The Wife of Bath as a Teacher Extraordinaire Analytical Essay by scribbler

The Wife of Bath as a Teacher Extraordinaire
An analysis of the Wife of Bath as a liberated woman in Geoffrey Chaucer's "The Wife of Bath's Tale" and her Prologue.
# 153200 | 1,123 words | 1 source | MLA | 2013 | US
Published on May 06, 2013 in Literature (American) , Women Studies (Women and Society)

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The paper looks at how "The Wife of Bath's Tale" and her "Prologue" provide Geoffrey Chaucer an excellent opportunity to present an independent, assertive woman to his audience. The paper analyzes the Wife of Bath's character, and describes her as a liberated woman, someone who is secure in her sexuality and not afraid to challenge the societal customs of her day. The paper shows how "The Wife of Bath's Tale" presents us with the idea that women deserve more and it all begins in the home with respect.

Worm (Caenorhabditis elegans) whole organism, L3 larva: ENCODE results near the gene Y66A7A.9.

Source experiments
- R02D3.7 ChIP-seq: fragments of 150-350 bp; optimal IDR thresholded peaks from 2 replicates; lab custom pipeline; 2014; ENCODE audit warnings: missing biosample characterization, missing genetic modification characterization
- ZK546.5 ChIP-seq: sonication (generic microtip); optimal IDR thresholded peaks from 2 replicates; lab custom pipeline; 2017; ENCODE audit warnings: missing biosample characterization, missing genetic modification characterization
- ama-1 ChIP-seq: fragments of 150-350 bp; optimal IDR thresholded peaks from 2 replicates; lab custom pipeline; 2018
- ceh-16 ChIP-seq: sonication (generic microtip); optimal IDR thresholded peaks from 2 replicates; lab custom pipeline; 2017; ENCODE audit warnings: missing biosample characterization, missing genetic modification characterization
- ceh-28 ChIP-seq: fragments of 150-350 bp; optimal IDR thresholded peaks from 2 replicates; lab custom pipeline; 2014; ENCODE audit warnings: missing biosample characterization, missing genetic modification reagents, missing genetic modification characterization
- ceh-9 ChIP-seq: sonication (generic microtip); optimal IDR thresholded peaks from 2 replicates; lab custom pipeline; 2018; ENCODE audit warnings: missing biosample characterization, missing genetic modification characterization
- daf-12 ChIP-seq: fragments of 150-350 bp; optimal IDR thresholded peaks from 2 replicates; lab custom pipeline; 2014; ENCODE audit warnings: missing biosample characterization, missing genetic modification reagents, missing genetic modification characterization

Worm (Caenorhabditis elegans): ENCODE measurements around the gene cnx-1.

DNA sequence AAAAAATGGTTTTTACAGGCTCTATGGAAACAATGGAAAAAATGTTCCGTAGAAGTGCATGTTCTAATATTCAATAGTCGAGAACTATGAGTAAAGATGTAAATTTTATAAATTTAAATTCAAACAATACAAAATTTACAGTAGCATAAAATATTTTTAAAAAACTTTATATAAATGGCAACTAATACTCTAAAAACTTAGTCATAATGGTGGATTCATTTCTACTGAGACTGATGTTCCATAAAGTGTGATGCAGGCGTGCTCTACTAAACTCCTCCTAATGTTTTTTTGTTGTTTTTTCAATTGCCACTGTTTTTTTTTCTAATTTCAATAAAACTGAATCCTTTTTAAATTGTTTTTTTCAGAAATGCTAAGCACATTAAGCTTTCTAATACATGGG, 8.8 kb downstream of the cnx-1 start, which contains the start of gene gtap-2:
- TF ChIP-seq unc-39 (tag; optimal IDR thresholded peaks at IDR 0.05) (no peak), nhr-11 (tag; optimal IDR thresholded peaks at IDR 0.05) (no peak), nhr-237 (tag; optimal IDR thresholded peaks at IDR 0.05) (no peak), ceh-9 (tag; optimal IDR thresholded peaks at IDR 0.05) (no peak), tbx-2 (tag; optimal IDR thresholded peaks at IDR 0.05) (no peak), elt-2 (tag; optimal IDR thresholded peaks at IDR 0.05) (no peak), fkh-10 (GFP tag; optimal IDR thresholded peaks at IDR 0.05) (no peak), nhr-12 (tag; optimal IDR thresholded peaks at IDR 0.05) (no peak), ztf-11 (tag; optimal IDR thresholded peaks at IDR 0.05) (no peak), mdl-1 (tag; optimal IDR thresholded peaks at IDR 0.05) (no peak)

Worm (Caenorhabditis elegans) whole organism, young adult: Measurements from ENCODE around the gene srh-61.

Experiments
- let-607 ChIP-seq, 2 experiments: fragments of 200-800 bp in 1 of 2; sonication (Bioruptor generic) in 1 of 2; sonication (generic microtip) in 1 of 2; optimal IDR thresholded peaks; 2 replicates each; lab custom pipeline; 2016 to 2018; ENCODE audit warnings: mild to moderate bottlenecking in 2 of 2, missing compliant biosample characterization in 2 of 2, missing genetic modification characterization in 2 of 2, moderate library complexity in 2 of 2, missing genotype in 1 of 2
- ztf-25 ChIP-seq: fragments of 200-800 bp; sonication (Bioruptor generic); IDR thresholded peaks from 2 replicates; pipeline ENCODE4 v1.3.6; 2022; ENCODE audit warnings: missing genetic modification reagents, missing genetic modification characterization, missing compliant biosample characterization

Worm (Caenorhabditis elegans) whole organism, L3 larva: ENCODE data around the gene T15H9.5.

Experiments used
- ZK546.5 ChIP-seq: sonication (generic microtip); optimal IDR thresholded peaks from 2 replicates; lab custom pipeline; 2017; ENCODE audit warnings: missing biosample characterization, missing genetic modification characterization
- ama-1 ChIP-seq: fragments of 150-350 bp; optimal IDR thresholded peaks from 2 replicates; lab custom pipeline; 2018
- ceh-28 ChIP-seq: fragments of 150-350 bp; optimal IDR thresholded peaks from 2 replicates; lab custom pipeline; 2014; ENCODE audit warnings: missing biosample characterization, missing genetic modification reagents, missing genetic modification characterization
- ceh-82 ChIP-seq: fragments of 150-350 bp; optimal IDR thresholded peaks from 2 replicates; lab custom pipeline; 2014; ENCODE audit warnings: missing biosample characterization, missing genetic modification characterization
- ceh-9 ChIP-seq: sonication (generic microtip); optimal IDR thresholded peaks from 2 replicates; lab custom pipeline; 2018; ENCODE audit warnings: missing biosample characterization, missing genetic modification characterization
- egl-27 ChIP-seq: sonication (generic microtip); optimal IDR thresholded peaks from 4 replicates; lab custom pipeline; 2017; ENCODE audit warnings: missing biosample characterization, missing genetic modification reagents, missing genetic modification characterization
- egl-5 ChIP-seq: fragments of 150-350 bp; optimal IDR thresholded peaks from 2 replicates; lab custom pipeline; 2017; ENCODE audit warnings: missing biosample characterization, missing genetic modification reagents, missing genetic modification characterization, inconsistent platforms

From the Paper:

"Chaucer brings the Wife alive in the first few lines of the Prologue as she proclaims that marriage is a "misery and a woe" (Chaucer 276). These first lines are significant in shaping her for the rest of the Prologue and for her tale. Both mean different things as we realize the woman speaking them is not afraid to speak her mind and even less afraid to speak out against the moral codes of her day. She is confident enough to believe that her experience validates her opinions; she has lived enough to know certain things to be true and she is quite eager to express them. She lets her listeners know that her experience, "for what it's worth" (276), is all she has to offer these people but she is convinced her experience is enough to give her authority on certain subjects. With this attitude, Chaucer moves forward with the Prologue at an amazing pace. She is a tough businesswoman breaking free from the dominating power of men while exerting her own presence in the world. Her vast experience includes being married five times and she is eager to share her experiences with her husbands and reveals how she gained "sovereignty over them" (224)."

Sample of Sources Used:

  • Chaucer, Geoffrey. The Canterbury Tales. Nevill Coghill, trans. New York: Penguin Books. 1977.

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